But what is it about an MBA education which you believe often makes people ill equipped to be leaders in corporations?
You’ve heard this myth often, expressed in different ways:
- “It’s lonely at the top.”
- “The buck stops here.”
- “Never let them see you sweat.”
What’s wrong with these aphorisms? Nothing, as long as we consume them in small doses. But swallowed whole and as our only diet, they lead us to conclude the wrong things about the nature of leadership and create confusion.
The Views on Leadership are Distorted
Most leadership pundits talk about morale in business the same way they’d describe cotton candy at a state fair. Everybody likes it; nobody’s against it. It’s fun to have. But in essence, it’s just a sugary substance spun with a lot of hot air.
I beg to differ.
Morale has substance. It has weight. And it matters. It’s not something a leader spins from hot air; it is something that a leader can grow only over time and with unremitting attention. If you think leadership is all about “hitting the numbers,” and that soft and squishy stuff like morale is no different than cotton candy, think again.
The late Roger Milliken, former CEO of Milliken &Co., and winner of the Malcolm Baldrige National Quality Award, once put it this way: Continue reading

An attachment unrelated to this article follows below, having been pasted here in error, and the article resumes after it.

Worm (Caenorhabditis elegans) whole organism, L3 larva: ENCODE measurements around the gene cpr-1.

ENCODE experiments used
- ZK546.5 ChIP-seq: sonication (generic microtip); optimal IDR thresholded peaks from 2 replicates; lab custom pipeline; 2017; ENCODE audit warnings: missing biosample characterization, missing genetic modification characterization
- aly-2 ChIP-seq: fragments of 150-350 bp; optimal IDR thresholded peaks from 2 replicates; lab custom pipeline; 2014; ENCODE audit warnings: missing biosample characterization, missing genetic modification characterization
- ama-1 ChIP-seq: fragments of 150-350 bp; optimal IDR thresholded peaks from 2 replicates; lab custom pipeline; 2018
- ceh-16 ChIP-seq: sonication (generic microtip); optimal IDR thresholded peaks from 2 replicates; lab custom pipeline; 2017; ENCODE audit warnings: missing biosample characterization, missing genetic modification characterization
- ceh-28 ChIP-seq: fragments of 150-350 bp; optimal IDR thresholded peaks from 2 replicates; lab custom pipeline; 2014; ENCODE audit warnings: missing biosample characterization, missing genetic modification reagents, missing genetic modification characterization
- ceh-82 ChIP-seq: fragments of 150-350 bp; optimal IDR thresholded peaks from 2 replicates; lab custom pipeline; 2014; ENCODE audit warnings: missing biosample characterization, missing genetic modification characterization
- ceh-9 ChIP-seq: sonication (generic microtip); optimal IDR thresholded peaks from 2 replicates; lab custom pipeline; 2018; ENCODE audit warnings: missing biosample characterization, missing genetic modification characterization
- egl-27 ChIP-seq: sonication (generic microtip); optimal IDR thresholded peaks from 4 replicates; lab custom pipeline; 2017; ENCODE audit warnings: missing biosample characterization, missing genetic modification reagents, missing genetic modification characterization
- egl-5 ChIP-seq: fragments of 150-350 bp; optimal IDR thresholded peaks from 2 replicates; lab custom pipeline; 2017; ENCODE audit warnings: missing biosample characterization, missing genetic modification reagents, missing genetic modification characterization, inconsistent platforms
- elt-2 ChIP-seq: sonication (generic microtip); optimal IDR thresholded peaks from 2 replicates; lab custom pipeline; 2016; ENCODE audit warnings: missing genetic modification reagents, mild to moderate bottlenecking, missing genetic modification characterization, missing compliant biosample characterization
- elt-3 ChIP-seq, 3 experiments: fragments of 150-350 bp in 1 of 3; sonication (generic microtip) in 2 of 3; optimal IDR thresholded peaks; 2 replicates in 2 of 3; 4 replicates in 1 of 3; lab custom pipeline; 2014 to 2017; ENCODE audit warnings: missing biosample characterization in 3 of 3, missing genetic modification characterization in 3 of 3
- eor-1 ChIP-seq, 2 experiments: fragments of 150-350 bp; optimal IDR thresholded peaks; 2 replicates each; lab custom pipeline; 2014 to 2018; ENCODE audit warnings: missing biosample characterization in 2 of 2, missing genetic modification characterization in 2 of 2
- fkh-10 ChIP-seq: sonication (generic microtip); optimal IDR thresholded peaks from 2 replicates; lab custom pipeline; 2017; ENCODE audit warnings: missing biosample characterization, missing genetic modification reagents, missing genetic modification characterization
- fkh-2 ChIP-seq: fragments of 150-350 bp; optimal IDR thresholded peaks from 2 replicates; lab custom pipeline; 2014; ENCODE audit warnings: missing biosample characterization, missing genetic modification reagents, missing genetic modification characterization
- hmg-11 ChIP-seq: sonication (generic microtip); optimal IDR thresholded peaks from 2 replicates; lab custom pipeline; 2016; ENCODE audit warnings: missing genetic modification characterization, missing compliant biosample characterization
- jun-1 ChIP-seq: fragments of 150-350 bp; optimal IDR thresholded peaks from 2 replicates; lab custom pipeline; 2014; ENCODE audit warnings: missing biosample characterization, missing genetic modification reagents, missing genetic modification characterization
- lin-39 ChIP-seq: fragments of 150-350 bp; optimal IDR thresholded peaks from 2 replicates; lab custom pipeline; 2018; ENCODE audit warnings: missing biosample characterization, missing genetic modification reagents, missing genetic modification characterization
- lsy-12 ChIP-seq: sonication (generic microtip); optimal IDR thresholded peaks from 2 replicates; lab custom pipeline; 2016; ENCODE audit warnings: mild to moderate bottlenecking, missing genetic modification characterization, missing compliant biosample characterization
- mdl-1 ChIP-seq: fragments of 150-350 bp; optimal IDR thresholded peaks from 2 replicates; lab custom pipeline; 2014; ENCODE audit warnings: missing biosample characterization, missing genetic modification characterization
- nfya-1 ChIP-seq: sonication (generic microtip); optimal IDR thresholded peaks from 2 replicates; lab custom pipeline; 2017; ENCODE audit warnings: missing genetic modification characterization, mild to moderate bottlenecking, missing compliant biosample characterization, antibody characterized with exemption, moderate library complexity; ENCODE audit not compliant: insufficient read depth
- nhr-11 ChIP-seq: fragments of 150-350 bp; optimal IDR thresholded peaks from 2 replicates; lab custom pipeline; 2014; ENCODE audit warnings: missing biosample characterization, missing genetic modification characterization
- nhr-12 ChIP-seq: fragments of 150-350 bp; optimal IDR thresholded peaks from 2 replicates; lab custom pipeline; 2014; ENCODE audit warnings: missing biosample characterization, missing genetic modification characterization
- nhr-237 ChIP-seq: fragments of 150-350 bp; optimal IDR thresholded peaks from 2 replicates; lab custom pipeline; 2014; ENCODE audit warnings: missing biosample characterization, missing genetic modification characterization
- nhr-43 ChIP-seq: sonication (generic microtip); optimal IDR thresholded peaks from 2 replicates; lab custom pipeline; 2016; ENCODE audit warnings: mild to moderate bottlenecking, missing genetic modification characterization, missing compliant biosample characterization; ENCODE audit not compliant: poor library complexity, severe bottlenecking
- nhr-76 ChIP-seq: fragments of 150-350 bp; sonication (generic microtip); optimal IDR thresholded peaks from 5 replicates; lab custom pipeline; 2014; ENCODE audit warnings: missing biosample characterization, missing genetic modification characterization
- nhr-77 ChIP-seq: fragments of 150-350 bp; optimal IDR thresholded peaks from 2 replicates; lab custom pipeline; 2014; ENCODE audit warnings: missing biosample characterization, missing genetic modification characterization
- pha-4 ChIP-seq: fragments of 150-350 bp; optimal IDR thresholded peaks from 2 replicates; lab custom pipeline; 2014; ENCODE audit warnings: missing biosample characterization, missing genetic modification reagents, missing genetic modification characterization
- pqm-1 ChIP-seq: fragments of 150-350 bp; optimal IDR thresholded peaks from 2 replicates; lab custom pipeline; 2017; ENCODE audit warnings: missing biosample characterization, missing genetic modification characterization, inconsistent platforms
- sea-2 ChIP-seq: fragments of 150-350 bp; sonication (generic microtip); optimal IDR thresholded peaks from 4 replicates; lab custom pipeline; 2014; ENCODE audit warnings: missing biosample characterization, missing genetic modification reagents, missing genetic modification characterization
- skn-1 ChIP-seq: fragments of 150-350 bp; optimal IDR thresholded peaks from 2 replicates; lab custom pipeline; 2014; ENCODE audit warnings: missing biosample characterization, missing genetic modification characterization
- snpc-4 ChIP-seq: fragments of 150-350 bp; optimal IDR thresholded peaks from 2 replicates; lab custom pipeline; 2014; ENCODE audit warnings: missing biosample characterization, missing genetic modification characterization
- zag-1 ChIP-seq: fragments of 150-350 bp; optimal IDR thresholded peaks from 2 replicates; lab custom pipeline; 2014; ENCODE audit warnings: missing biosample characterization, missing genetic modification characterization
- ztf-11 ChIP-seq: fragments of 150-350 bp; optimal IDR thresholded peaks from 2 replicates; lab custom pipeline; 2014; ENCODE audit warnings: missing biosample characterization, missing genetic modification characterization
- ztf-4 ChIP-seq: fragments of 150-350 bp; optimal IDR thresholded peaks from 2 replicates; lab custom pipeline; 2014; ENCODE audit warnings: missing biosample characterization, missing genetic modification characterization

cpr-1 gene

A recent article in USA Today titled Workers eager to job hunt as morale plunges highlights the reporting of a recent study that reveals findings that employee engagement and loyalty is at a three-year low, but many employers have no clue as to the dismal state of affairs.
Employers think that employees are just as engaged and loyal as they were three years ago. The findings from the 9th Annual Study of Employee Benefits Trends conducted by MetLife shows that many employees, more than one in three Continue reading
The traditional path for Leadership Development focuses on the improvement and refinement of skills, and the understanding of models that aid in the diagnosis of which skill to apply in which situation.
This approach, is not proving to be beneficial for numerous reasons, including the lack of any element of measurement. Organizations continue to invest a significant amount of money and time without being sure of what benefits are being accrued. Managers are ending up overburdened by multiple, sometimes complex and conflicting, leadership models to analyze situations. Continue reading
ALBEMARLE, N.C. (AP) — Authorities say two North Carolina high school cafeteria employees have been arrested and accused of trying to poison their boss’ tea. The Stanly County Sheriff’s Office says 38-year-old Angela Johnson and 64-year-old Eileen Hallamore were charged Tuesday with distributing food containing poison. Authorities say their investigation started last month after the county board of education reported a poisoning attempt at South Stanly High School in Norwood. No students were involved. Deputies have not said how the poisoning was discovered or what may have motivated the women. It was not clear if the women have attorneys. They are due in court April 25.
The Next Question You Ask Continue reading